CHARLESTON, S.C. — Former Vice President Joe Biden defended the Obama administration’s handling of Russian meddling in the 2016 election, calling for sanctions on Moscow for the activities in the last cycle and the alleged efforts in 2020.
Biden, during Tuesday night’s Democratic debate, was asked about the Obama administration’s response to Russian election interference, and whether he would retaliate should Moscow meddle under his potential presidency.
“I would make them pay for it, and make them pay for it economically,” Biden said “They are engaged now, as I speak, in interfering in our election. They were engaged in 2016 — there’s no question.”
Biden was asked, specifically, about a bipartisan report released by the Senate Intelligence Committee earlier this month, which determined that the Obama administration was “frozen” in combating Russian election interference in 2016.
“The idea the bipartisan committee said we could’ve done more, theoretically, that’s true,” Biden said. “But we didn’t have all of the information until the end.”
He added: “We should impose sanctions on Russia now.”
The report released earlier this month was the third volume of its five-part report on the committee’s years-long bipartisan investigation into Russian interference in the last presidential election.
The report stated that the Obama administration was “not well-postured” to counter Russian election interference activity.
“While high-level warnings were delivered to Russian officials, those warnings may or may not have tempered Moscow’s activity, and Russia continued disseminating stolen emails, conducting social media-based influence operations, and working to access state voting infrastructure through Election Day 2016,” the committee found.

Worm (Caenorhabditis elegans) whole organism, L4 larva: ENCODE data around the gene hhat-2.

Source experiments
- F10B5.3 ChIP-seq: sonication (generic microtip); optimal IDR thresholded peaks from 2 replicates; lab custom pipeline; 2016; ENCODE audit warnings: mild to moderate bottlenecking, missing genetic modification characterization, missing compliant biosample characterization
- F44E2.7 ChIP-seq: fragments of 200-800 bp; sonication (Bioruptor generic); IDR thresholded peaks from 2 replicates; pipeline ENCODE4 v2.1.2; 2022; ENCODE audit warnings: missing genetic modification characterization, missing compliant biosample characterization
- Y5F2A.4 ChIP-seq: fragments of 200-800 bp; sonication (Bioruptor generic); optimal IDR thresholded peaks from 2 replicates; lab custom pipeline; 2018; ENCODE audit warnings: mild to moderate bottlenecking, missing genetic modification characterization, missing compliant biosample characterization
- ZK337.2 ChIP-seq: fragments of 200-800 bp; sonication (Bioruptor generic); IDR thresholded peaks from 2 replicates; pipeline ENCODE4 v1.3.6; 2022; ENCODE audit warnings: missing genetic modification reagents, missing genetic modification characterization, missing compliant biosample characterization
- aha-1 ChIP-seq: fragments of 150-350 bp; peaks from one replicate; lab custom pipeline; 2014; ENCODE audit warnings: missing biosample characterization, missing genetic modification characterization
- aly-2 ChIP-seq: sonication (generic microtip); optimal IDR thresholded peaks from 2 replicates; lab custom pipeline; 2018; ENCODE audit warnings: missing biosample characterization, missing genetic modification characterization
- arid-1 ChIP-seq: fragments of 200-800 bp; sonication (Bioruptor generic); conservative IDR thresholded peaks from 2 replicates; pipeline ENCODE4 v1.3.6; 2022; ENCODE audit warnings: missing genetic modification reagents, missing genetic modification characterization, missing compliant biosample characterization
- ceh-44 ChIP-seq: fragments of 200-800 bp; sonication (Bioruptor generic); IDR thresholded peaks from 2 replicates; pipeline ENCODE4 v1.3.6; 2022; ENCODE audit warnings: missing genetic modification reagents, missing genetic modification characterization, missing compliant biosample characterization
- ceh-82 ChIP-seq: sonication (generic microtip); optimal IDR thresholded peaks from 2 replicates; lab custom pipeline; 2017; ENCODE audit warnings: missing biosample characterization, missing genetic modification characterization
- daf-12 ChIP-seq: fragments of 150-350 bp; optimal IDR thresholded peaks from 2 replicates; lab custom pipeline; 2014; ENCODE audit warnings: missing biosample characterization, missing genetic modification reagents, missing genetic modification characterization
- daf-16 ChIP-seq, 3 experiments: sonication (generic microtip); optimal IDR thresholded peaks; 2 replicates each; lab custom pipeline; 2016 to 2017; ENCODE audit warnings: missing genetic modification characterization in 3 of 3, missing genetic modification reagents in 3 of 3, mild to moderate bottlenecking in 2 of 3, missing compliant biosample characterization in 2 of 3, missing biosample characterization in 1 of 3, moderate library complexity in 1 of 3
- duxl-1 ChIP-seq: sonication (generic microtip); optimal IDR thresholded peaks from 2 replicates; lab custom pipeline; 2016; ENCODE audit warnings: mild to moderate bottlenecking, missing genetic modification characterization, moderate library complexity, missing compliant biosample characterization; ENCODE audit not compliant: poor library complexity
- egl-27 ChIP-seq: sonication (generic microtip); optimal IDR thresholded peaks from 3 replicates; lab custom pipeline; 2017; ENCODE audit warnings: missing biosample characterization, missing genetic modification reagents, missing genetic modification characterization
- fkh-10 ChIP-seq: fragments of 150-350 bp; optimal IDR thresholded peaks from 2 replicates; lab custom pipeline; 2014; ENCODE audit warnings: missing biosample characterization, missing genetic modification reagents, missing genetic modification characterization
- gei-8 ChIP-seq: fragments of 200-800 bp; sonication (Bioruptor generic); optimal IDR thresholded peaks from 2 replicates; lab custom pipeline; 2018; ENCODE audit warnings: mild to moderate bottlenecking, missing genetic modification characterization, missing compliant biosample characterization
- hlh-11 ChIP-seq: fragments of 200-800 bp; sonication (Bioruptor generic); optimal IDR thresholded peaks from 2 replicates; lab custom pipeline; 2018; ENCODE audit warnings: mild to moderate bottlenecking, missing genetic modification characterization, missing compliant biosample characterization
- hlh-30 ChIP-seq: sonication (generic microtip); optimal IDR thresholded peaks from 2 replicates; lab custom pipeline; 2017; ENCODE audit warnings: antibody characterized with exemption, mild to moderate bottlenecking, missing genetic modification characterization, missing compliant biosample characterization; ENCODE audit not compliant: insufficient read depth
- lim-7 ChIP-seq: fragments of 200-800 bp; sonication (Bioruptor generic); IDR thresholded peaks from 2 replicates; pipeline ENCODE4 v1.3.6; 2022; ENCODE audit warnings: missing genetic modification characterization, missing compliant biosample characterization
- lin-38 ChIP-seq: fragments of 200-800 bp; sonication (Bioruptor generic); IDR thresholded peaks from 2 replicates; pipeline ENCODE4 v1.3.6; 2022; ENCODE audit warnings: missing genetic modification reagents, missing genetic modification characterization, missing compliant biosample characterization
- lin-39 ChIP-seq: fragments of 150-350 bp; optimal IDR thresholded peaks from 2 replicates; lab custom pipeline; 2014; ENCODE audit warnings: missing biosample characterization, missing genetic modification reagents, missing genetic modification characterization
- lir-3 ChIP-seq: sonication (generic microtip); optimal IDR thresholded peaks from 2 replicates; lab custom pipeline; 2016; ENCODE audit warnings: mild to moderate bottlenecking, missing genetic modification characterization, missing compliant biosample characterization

The committee also found that the Obama administration was “constrained in its response by a number of external and internal concerns,” including the “highly politicized” environment and concern that public warnings could undermine confidence in the election. They also found that the administration’s decision to limit and delay information sharing about the foreign influence threat was a factor to the constraint.
The committee added that the administration seemed to treat cyber and geopolitical aspects of the Russian campaign as “separate issues,” saying that this approach “may have prevented the administration from understanding the full extent of the threat Russia posed, limited its ability to respond.”